PhD – getting it the Kiwi way!
by Dr. Valerie Soo
A kiwi used to mean a type of fruit, or bird, to me. It dawned on me four years ago that a kiwi could also refer to a nation, and its culture, from two islands in the Pacific Ocean. These islands form the country of what we know as New Zealand (NZ).
From the moment I started to apply for a PhD studentship in NZ and subsequently a student visa, the child in me protested vehemently against my sudden development into a level-headed adult. Throughout my life till then, I was used to getting things done according to—well, mostly—my way. However, throwing juvenile tantrums did not, and certainly, would not help when there were gazillions of forms to be completed and submitted. I was left to deal with the unnecessary bureaucracy on my own, as there was little useful information tailored for my studentship1 and visa application2.
Of course, the bureaucratic process did not just end there. On the first day of my PhD, which I had naïvely imagined to be filled with intellectual discussions over cups of flat white3, it was instead filled with another round of forms filling to confirm my enrolment at the university, and to set up a payment method for my monthly stipend. I soon found myself agreeing with the saying about the lack of structure in PhD programmes in NZ4 Nevertheless, a loose framework that appears to shape every doctoral programme has become evident over the years. For instance, the official working hours for a PhD student are from 9 a.m. to 5 p.m. although many students work longer hours, including weekends. Those who use biological cell lines in their studies have to drop in everyday to feed their cells, or else there would be no materials to start an experiment. This unspoken rule also applies to me as many time-course experiments of mine had to be run for seven days consecutively. Coffee breaks and lunchtime became invaluable moments, when diligence and sheer determination, the commonly recognized attributes of PhD students, are redundant.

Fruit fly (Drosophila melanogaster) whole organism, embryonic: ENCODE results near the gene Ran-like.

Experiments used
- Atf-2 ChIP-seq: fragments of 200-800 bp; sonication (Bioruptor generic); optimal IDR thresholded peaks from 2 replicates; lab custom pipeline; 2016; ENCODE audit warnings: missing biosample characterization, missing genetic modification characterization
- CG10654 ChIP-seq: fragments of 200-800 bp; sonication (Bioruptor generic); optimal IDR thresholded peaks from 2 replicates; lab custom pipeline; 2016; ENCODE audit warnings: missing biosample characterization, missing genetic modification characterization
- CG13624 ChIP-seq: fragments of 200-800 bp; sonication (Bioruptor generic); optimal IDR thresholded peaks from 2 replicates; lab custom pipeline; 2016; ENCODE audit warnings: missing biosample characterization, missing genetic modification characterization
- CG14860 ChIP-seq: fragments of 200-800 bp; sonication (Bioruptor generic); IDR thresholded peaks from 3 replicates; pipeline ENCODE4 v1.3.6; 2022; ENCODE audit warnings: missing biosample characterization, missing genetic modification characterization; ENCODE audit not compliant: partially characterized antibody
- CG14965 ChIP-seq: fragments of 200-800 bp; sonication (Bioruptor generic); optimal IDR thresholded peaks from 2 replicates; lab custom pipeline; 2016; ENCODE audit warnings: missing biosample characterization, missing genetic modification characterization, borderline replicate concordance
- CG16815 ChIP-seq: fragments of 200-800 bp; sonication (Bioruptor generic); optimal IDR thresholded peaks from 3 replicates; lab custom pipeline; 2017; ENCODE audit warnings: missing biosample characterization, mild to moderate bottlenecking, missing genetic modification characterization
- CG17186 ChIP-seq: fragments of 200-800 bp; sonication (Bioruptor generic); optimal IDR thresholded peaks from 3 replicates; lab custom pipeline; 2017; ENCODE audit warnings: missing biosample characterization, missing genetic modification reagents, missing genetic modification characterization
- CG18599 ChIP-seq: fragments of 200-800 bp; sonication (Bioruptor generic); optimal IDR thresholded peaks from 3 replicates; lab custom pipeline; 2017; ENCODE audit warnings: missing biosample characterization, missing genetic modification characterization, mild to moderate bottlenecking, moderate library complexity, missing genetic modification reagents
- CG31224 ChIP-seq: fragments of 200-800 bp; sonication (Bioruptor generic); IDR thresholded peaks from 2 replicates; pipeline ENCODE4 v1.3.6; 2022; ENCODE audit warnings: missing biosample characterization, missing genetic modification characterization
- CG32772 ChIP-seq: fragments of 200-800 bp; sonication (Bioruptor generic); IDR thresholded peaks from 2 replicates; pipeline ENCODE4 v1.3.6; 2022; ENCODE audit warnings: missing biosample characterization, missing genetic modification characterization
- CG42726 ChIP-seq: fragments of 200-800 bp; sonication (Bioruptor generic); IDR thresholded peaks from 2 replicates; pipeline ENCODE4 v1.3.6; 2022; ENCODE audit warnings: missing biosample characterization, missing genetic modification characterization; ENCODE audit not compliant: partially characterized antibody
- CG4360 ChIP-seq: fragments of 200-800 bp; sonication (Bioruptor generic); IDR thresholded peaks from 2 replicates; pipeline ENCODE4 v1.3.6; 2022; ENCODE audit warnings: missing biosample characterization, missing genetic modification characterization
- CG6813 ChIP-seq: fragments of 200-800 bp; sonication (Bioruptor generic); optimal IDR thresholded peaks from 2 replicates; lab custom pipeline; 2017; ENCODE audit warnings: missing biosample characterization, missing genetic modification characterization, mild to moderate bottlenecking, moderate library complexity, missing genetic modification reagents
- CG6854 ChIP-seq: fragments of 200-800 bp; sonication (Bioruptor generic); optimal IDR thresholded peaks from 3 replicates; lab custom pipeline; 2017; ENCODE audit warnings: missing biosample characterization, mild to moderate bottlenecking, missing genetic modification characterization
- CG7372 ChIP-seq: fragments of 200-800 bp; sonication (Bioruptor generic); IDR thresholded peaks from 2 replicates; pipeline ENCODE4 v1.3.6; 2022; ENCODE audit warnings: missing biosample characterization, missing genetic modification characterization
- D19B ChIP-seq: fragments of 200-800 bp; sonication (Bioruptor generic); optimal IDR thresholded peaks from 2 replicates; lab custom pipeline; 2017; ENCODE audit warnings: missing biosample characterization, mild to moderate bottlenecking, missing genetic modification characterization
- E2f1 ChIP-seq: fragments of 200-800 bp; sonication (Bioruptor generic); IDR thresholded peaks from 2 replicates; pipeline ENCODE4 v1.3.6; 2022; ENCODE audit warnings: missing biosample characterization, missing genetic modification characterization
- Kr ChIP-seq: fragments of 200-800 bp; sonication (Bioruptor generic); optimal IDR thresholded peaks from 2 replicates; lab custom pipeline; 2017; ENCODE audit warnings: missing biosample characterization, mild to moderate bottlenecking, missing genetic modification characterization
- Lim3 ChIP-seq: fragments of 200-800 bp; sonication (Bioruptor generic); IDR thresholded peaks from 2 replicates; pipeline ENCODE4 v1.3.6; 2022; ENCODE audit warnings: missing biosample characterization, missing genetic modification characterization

A few universities in NZ offer a graduate committee for every PhD student, i.e., a team comprising of 4–5 Principal Investigators (PIs). A PI is a senior scientist (who is usually a faculty member) appointed by the university, who supervises or oversees a PhD student’s research progress. However, most universities let one or two main PIs take charge of the student’s development. In the first year (which is also a provisional period for PhD students), the PIs usually exercise all their power to ensure that their protégés remain on the right track. Every PhD student will have to undergo a confirmation exam at the end of their first year to ensure that they are on the right track and have a good grasp of their research. Students who failed this exam in their first attempt are allowed to have a second try at a later date. Failing that, they will either be downgraded to a Masters degree (such as an MSc.) or in the worst case scenario, they could be expelled from the university without any qualification. I was lucky that my supervisors gave me plenty of pep talks before sitting for the exam (and of course, I passed!).
After proceeding smoothly into the second year, I assumed that my days of backbreaking work would lessen. I have settled into living like a kiwi by then, and I was eager to visit some interesting places featured in travel brochures (e.g. the Hobbiton village that made its way to the ‘Lord of the Rings’ movies; and the Fiordland National Park that houses many deep fiords). How wrong I was! A large chunk of my second year was spent attending local and international conferences. Most international students in NZ have to apply for travel grants from external sources, as travel funds from the universities are barely sufficient for the local students, let alone the international ones. Travel awards from various societies, such as those from the NZ Society for Biochemistry and Molecular Biology, are major financial sources for overseas trips.